The Dick Van Dyke Show (1961–1966)
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I'm No Henry Walden 

In answer to an invitation, the Petries attend a swank dinner party thrown by wealthy Mrs. Huntington, which later reveals itself to be a fund-raiser where Rob's compliant gesture turns into a donation far beyond his means.



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Episode cast overview:
Ritchie Petrie (credit only)
Doris Packer ...
Yale Sampson
Betty Lou Gerson ...
Howard Wendell ...
Dr. Torrence Hayworth
Roxane Berard ...
Miss Thomas Evelyn (as Roxanne Berard)
Frank Adamo ...
H. Fieldstone Thorley


Rob is nervous about the elegant dinner party he and Laura have been invited to by a Mrs. Huntington - whom they've never met - for all the top writers in their respective fields. Rob feels nervously out of his league amidst a roomful of serious writers, especially as his writing has no, what he considers, permanence. Rob and Laura really only want to meet famed poet Henry Walden. They regret having gone to the party for several reasons: (1) having to spend the evening with a bunch of pretentious but nonetheless wealthy writers, (2) never getting to meet Walden among the bunch, and (3), most importantly, finding out the party was a fund-raiser for a literary foundation, with the writers to donate part or all of the royalties from their books. With no book to his name and, thus, no royalties, Rob donates the only thing he has in his pockets, which could end up ruining his reputation, but Rob changes his mind about the gathering when he learns who actually invited him to the party and ... Written by Huggo

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Comedy | Family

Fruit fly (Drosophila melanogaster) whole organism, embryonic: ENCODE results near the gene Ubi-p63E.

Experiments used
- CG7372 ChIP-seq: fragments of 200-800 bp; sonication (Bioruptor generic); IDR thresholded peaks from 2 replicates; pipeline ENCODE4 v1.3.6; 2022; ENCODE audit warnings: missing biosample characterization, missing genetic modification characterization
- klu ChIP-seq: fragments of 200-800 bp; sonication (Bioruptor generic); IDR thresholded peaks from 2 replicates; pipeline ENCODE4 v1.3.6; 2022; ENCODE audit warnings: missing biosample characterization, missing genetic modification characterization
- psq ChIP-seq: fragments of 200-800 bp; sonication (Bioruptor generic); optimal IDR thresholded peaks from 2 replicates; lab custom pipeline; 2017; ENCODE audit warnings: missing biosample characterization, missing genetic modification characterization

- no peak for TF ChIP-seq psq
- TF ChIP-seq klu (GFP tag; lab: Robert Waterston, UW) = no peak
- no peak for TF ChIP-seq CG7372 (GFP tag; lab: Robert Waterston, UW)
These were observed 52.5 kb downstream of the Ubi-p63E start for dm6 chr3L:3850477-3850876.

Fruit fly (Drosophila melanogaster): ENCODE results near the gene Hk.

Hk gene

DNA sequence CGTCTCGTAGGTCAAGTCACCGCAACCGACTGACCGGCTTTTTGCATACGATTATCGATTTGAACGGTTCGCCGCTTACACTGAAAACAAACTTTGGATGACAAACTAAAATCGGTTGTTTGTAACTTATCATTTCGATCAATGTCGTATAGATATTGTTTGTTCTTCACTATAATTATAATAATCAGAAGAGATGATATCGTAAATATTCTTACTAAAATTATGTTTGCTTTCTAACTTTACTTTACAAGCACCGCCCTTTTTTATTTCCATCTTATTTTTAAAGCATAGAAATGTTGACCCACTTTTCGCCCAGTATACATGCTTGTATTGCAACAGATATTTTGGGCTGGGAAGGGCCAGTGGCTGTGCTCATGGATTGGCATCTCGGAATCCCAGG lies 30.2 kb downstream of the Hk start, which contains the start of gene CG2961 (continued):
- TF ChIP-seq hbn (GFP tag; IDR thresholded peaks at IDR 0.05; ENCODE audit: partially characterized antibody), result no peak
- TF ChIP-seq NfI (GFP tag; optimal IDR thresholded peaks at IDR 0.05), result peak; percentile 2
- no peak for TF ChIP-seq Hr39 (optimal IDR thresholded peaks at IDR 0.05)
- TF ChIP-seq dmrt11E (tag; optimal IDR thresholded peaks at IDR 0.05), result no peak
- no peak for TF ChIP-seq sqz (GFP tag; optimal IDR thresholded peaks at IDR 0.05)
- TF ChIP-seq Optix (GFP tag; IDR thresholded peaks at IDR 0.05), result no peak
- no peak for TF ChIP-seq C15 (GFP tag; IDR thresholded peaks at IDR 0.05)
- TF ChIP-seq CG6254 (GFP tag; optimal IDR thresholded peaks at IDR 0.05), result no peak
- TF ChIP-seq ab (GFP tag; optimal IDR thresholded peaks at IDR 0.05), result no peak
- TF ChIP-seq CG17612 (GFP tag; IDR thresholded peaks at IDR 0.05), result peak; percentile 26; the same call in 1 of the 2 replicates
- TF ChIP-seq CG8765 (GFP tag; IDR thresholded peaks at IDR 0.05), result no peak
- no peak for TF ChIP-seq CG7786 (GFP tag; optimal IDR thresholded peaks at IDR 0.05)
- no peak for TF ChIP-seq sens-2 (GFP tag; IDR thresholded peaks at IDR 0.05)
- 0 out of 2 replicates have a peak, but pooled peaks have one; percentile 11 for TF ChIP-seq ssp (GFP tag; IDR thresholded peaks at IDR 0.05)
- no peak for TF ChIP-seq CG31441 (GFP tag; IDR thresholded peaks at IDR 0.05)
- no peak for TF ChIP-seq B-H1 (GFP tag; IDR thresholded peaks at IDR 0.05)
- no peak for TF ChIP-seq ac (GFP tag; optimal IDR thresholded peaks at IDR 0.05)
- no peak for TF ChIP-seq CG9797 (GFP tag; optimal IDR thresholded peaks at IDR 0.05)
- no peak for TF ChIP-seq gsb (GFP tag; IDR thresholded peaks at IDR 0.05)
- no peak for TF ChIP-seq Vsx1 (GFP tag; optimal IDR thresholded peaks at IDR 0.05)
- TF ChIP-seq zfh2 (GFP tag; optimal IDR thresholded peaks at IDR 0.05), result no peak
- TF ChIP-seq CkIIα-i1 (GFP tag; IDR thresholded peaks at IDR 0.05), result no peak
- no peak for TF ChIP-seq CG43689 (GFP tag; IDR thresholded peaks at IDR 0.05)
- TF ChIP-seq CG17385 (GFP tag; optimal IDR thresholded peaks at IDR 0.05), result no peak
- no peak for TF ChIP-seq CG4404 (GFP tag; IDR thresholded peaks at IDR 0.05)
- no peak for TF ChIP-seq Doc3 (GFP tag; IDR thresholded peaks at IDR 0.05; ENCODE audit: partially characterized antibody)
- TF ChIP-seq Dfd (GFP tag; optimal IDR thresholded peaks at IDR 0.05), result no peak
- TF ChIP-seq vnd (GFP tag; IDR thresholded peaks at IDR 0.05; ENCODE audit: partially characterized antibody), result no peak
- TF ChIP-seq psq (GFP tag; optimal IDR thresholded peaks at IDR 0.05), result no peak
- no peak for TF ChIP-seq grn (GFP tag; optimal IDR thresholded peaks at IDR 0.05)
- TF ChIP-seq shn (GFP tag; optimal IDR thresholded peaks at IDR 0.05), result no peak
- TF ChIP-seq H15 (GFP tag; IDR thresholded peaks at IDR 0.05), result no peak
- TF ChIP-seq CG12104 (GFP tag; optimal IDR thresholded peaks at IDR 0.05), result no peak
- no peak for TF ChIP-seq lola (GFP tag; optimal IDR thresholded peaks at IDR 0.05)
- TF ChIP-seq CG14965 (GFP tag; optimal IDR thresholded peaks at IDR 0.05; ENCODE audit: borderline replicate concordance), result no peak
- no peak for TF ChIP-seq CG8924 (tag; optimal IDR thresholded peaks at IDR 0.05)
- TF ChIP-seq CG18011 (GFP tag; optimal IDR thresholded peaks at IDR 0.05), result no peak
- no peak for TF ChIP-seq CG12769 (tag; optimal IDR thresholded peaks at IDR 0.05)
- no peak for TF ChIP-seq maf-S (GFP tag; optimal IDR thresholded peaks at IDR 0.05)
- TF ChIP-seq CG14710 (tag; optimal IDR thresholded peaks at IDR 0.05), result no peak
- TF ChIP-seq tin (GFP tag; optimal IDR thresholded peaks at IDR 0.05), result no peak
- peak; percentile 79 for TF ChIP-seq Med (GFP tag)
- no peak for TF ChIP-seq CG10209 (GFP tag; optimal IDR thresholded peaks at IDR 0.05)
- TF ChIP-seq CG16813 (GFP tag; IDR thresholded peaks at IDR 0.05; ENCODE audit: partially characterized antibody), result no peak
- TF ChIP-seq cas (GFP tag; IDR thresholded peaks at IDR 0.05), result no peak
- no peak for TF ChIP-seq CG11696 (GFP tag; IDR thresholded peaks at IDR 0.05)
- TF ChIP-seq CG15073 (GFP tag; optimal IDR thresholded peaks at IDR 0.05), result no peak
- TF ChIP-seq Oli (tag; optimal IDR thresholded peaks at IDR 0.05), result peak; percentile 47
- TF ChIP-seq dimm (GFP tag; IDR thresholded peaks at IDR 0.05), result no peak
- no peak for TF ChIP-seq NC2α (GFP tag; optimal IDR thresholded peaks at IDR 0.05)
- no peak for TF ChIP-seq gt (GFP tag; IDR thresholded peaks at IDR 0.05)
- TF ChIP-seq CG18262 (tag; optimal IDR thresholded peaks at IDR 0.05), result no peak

Release Date:

27 March 1963 (USA)  »

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Sound Mix:

Aspect Ratio:

1.33 : 1
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Did You Know?


Mrs. Huntington: Couldn't I just call you Bill?
Rob Petrie: Why don't... Why don't you just call me Rob?
Mrs. Huntington: Oh, I apologize, Bob.
Rob Petrie: [correcting] No, that's Rob - Rob Petrof.
Rob Petrie: [correcting himself] PETRIE!
Mrs. Huntington: [to Mr. Walden] Now, you see, Henry? No one can say that name.
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References The Milton Berle Show (1958) See more »


Waltz in C-sharp Minor, Op. 64, No. 2
Composed by Frédéric Chopin
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User Reviews

Who's the snob here?
5 February 2016 | by See all my reviews

This is a fascinating episode, a real time capsule, in capturing the mainstream attitudes of Kennedy-era America. When Rob & Laura are invited to a party of pretentious writers & upper-class hangers-on, he's reluctant to go. It's only because the party is for noted poet Henry Walden (obviously modeled after Robert Frost) that he agrees to go at all.

What's interesting is that Rob & Laura were the representative Kennedy-era couple -- young, attractive, sexy, and open to modern ideas & the avant-garde ... up to a point. The show always defaulted to the safety mainstream in the end, not wanting to alienate its core audience, and never more so than in this episode.

First, I'm sure the all-too-fey poet portrayed by Dick van Dykes's stand-in Frank Adamo, pushing his new book of poetry entitled "Lavender Lollipops" -- excuse me, pronounced "Lavender Lollipopths" no less -- is embarrassing for the cast & creators to look back on now. The show was quite bold in presenting black characters as real human beings; but gay people hadn't reached that point on television yet.

But also interesting is that the episode is so determined to show up the pretensions of the so-called snobs -- they're definitely a bit full of themselves, but clearly decent enough & well-meaning people -- that it's Rob who comes off as the snob, strident & mocking & almost bitter. He's quite defensive about it! It remains a funny episode, both as originally intended & in revealing new ways in retrospect.

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